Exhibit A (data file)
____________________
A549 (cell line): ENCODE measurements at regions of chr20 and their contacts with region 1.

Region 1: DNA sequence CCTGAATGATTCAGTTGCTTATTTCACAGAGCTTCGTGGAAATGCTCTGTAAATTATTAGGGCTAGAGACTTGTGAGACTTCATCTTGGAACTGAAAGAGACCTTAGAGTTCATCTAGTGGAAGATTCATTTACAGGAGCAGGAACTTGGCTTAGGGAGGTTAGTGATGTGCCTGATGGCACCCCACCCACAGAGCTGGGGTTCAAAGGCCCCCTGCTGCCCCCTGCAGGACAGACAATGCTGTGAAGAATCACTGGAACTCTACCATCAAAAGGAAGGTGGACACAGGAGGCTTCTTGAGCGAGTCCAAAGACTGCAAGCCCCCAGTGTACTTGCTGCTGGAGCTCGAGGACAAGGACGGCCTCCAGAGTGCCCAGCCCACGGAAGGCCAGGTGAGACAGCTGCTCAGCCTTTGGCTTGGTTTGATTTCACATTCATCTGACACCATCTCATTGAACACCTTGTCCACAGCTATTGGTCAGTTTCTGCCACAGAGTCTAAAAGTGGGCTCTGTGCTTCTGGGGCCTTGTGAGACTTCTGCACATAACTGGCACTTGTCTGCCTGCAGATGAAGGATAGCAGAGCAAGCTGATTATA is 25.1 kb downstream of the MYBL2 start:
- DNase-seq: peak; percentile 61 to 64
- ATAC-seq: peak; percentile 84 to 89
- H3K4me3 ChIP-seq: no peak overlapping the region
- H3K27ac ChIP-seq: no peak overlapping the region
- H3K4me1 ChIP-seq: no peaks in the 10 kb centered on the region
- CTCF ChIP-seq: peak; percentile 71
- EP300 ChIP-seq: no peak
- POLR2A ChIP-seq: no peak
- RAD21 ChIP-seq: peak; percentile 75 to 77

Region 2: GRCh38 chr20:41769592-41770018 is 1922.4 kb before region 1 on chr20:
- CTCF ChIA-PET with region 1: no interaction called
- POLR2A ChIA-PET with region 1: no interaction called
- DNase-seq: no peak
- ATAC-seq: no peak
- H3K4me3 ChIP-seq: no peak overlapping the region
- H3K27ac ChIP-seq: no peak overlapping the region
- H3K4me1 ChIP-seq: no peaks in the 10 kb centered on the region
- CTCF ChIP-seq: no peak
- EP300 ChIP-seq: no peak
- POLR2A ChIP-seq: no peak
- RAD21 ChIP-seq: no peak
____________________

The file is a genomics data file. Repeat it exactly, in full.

A549 (cell line): ENCODE measurements at regions of chr20 and their contacts with region 1.

Region 1: DNA sequence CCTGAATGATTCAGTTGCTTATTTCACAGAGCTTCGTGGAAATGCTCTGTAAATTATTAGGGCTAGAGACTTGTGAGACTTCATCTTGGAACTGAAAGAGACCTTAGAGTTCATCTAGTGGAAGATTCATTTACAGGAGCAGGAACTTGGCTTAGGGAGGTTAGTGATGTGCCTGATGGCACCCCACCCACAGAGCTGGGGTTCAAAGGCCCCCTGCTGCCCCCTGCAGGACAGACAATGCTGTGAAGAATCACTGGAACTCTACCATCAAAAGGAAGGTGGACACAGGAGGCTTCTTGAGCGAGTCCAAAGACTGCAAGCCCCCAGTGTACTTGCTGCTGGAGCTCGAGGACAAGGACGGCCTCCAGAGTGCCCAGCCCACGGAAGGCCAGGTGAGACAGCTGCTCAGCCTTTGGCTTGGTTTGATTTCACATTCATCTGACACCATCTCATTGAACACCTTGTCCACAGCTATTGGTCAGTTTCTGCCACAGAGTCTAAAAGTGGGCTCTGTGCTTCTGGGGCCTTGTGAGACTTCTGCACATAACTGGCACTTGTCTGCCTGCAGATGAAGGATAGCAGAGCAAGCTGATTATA is 25.1 kb downstream of the MYBL2 start:
- DNase-seq: peak; percentile 61 to 64
- ATAC-seq: peak; percentile 84 to 89
- H3K4me3 ChIP-seq: no peak overlapping the region
- H3K27ac ChIP-seq: no peak overlapping the region
- H3K4me1 ChIP-seq: no peaks in the 10 kb centered on the region
- CTCF ChIP-seq: peak; percentile 71
- EP300 ChIP-seq: no peak
- POLR2A ChIP-seq: no peak
- RAD21 ChIP-seq: peak; percentile 75 to 77

Region 2: GRCh38 chr20:41769592-41770018 is 1922.4 kb before region 1 on chr20:
- CTCF ChIA-PET with region 1: no interaction called
- POLR2A ChIA-PET with region 1: no interaction called
- DNase-seq: no peak
- ATAC-seq: no peak
- H3K4me3 ChIP-seq: no peak overlapping the region
- H3K27ac ChIP-seq: no peak overlapping the region
- H3K4me1 ChIP-seq: no peaks in the 10 kb centered on the region
- CTCF ChIP-seq: no peak
- EP300 ChIP-seq: no peak
- POLR2A ChIP-seq: no peak
- RAD21 ChIP-seq: no peak